Are you planning your next trip to Japan? As the borders are finally open, many tourists hope to visit the rising sun’s land as soon as possible. As we all love eating good food and relaxing with a delicious beverage while we travel, small branches and big chains, like Starbucks, may come to mind. Starbucks Japan is famous for its unique seasonal drinks and expanding vegan and vegetarian menu. So let’s learn the most commonly used Japanese phrases to order and customise your favourite beverage.
How to Order Your Favourite Drink at Starbucks Japan
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Starbucks is a worldwide famous chain where the barista asks you for your name as you order. Interestingly enough, at Starbucks Japan, they don’t. So be sure to remember your order or ask one of the friendly staff members.
When you enter, they do not greet you with a typical “いらっしゃいませ” (irashaimase) like at the conbini; instead, they say the following to make it more personal and friendly:
“こんにちは/こんばんは！お待またせいたしました！” (Konnichiwa/Konbanwa! Omataseshimashita – Hello/Good evening! Thank you for waiting)
Depending on the daytime, reply to them with “Konnichiwa” (hello) or “Konbanwa” (good evening) and then start your order. Let’s say you would like a grande sized White Café Mocha with ice; then your sentence would look like this:
“グランデサイズのホワイトカフェモカをアイスでお願ねがいします.” (Grande-saizuno-whitokafemokawo, aisude-onegaishimasu.)
So when you order at Starbucks, you ask for your drink in the following order: Size, beverage name, hot/ice.
The staff will then ask you if you would like your drink to go お持ち帰り(=omochi-kaeri) or for here 店内 (=tennai). If they ask you, just use “お持ち帰り/店内で” which sounds natural; it’s okay to drop the “お願ねがいします” (onegaishimasu) at the end.
How to Customise your Drink
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At Starbucks, the dream of customising your drink comes true, as there are so many syrup flavours and milk types to choose from. Even changing the amount of foamed milk is free! So why not get a bit adventurous and change your drink at Starbucks in Japanese like a professional? Especially when you have allergies or dietary restrictions, knowing how to change your drink of choice in a foreign language is quite helpful.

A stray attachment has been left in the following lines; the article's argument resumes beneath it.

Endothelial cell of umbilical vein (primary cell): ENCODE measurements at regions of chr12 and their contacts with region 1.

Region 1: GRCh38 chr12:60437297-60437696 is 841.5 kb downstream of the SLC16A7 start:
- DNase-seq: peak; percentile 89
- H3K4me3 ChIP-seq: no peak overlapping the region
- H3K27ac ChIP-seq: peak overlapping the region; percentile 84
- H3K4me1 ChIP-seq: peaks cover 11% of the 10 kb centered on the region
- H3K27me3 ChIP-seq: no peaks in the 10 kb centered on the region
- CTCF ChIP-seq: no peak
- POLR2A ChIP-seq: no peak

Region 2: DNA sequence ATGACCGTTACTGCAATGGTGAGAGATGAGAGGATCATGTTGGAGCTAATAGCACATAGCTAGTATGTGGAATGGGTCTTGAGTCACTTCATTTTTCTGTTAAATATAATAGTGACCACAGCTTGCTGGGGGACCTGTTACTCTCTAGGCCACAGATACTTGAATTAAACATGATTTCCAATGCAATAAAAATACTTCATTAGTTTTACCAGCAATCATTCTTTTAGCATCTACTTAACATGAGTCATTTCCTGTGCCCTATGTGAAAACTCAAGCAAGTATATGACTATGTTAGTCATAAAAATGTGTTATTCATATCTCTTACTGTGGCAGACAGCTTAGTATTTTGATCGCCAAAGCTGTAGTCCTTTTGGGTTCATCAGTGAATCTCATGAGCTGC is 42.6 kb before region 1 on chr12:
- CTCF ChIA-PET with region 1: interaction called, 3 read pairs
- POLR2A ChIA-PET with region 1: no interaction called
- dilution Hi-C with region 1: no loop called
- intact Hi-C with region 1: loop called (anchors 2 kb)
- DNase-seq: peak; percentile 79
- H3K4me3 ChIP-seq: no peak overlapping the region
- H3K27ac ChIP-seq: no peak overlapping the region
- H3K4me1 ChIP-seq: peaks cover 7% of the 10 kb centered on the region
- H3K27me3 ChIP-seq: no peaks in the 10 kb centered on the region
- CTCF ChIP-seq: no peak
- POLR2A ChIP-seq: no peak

So let’s keep working with the White Café Mocha example from before. When signalising to the staff you want to change something, use this concise and helpful word あとは…(ato wa…=also/and then). So after you say the magic word “ato wa”, you can change the amount of syrup or milk, for example. Adding more of something, you use the word 多おおめ(ome), so “フォームドミルク、ホイップクリーム、シロップ、ソースを多めで “(fomdo-milku/howipukurimu/shirupu/sosu wo oome de =please add more foamed milk, whipped cream, syrup, sauce) or 少すくなめ(sukuname) for less.
Milk-wise, Starbucks has a lot to offer, so changing is very easy. First, let’s go through the most used milk alternatives that Starbucks Japan has to offer:
- Soy milk, ソイミルク (soi miruku)
- Almond milk, アーモンドミルク (amondo miruku)
- Oat milk, オートミルク (oat miruku)
- Low-fat milk, ていしぼうにゅう (teishibounyuu)
- Fat-free milk, むしぼうにゅう (mushibounyuu)
So depending on what kind of milk you would like to customise, you can say following: “ミルクはソイミルクに変かえてください”！(Miruku wa soi miruku ni kaetekudasai! = Please change the milk to soymilk) or another option is “ソイミルク変更でお願いします” (Soi miruku henkou de onegaishimasu = change to soy milk please).
After customising your drink, the staff member will hand you the receipt, and a special milk card or an extra receipt (if you changed the milk from regular cow’s milk to soy, for example) . Keep that and walk to the counter, where you can pick up your beverage and hand the additional card/milk receipt to the barista. Enjoy your drink!
Starbucks in Japan – A Recap
Starbucks Japan has a lot to offer, like its seasonal frappuccinos, sakura-flavoured drinks and time-limited sweets. Did you know that the first Starbucks store opened in Japan in 1996? It was the first non-smoking café in the whole country, so was especially popular among the younger generation. We hope that this Starbucks guide will accompany you on future visits.
Find out more about conversing in Japanese at the Conbini
Here are the 12 most unique Starbucks stores in Japan